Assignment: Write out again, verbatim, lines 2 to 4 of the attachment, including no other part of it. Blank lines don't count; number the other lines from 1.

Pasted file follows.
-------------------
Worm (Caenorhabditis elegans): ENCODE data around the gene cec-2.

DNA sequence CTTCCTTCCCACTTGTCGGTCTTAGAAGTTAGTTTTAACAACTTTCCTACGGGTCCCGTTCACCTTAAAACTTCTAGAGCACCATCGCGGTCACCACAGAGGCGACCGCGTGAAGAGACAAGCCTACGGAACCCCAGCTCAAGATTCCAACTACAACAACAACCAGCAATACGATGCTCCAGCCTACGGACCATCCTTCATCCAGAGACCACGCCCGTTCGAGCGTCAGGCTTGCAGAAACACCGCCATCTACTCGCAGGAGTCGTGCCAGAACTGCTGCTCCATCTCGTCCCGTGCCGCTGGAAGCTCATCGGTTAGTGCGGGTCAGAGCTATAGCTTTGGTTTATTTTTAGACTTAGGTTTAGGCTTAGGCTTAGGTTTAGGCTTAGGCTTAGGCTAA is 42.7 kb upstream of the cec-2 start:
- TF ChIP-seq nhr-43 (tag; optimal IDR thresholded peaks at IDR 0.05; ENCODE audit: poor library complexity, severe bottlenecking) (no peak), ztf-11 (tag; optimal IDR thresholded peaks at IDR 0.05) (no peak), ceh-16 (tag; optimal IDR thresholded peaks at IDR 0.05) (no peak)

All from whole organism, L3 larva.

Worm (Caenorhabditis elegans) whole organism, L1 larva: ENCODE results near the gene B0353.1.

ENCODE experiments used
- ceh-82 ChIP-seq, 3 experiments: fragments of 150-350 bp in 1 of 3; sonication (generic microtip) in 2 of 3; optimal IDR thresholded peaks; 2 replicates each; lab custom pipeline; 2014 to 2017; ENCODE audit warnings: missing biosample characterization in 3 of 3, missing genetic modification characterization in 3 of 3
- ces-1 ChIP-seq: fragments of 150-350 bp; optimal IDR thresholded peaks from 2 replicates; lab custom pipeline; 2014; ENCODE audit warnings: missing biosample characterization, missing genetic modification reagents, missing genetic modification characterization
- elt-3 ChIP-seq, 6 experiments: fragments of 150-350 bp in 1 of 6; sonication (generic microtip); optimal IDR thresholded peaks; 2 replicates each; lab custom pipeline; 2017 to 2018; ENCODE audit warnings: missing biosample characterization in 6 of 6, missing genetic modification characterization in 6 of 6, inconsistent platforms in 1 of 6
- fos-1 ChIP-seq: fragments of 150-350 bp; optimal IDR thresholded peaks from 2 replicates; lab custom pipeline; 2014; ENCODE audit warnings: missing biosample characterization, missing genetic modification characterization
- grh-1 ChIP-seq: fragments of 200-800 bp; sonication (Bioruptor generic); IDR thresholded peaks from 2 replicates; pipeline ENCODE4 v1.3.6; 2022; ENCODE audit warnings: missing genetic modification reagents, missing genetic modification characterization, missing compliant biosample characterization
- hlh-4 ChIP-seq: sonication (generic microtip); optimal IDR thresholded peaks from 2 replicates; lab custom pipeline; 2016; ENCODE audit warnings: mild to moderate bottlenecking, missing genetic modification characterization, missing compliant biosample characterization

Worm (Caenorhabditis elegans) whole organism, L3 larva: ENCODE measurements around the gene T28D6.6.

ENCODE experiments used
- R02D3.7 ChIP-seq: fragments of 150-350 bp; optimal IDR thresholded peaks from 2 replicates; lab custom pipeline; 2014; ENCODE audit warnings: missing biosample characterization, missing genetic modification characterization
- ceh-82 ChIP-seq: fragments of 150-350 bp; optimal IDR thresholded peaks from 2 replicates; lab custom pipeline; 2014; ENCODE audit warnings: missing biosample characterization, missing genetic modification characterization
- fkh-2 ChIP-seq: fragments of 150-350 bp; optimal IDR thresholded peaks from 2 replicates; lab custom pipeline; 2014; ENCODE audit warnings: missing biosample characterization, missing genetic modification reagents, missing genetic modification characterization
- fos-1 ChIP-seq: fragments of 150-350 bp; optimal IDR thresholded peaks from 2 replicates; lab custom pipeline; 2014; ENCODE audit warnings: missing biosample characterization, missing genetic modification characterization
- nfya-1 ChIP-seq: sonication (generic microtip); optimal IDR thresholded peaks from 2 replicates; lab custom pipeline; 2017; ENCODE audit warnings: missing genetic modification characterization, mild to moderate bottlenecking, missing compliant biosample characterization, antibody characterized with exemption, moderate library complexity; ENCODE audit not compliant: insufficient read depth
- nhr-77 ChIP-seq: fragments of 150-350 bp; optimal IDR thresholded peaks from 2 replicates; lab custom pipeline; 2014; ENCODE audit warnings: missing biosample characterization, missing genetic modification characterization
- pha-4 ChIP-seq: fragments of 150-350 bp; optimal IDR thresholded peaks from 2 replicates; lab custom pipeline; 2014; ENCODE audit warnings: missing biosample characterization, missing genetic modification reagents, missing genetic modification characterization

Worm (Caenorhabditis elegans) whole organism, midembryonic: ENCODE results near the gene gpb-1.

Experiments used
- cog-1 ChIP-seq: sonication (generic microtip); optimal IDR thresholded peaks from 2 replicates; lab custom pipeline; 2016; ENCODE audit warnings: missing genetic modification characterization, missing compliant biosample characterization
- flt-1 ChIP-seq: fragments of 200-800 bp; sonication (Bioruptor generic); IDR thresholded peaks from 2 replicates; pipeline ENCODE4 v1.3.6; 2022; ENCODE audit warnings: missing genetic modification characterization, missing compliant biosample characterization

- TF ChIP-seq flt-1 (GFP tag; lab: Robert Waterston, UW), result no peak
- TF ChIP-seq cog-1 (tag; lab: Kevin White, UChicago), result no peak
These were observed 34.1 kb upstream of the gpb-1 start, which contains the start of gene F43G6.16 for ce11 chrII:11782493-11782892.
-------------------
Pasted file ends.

DNA sequence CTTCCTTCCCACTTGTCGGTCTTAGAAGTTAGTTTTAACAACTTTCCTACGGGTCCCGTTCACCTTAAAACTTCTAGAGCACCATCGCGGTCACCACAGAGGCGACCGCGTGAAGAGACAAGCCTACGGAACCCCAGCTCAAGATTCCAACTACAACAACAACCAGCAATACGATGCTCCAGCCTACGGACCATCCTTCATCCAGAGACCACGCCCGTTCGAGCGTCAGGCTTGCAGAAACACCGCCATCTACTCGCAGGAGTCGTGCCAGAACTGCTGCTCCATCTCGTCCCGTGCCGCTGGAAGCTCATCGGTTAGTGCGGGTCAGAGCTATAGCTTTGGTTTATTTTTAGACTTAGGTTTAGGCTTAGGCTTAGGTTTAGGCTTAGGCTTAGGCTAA is 42.7 kb upstream of the cec-2 start:
- TF ChIP-seq nhr-43 (tag; optimal IDR thresholded peaks at IDR 0.05; ENCODE audit: poor library complexity, severe bottlenecking) (no peak), ztf-11 (tag; optimal IDR thresholded peaks at IDR 0.05) (no peak), ceh-16 (tag; optimal IDR thresholded peaks at IDR 0.05) (no peak)

All from whole organism, L3 larva.